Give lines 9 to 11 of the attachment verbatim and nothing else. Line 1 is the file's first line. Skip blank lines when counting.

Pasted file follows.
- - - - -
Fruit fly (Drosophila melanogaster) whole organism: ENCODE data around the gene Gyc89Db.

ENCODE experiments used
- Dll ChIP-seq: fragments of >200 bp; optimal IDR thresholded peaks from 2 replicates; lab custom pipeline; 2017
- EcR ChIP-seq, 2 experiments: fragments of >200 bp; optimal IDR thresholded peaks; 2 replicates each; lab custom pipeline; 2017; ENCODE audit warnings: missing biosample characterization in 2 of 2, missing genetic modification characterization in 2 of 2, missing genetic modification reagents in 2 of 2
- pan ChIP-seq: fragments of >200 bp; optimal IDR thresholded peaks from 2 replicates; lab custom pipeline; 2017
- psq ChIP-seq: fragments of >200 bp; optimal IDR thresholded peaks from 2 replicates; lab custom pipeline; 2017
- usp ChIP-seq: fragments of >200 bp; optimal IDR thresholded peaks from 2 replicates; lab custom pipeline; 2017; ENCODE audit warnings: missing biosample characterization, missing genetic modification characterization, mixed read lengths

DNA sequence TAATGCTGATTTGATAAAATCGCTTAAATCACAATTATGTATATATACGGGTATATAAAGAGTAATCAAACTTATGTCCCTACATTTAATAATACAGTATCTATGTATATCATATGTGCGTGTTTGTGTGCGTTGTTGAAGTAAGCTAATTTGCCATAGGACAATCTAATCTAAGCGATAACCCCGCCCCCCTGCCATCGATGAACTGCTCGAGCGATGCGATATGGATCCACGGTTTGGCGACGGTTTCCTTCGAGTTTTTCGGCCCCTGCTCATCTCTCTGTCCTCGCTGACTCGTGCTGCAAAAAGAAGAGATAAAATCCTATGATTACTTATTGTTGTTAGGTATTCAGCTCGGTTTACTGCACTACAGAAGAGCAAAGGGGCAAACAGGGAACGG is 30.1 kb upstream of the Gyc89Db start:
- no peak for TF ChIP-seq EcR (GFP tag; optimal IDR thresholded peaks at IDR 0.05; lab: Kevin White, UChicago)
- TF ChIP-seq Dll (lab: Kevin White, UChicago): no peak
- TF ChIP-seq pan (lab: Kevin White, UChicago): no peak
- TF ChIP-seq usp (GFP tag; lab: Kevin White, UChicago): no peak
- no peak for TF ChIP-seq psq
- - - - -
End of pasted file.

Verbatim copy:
- no peak for TF ChIP-seq EcR (GFP tag; optimal IDR thresholded peaks at IDR 0.05; lab: Kevin White, UChicago)
- TF ChIP-seq Dll (lab: Kevin White, UChicago): no peak
- TF ChIP-seq pan (lab: Kevin White, UChicago): no peak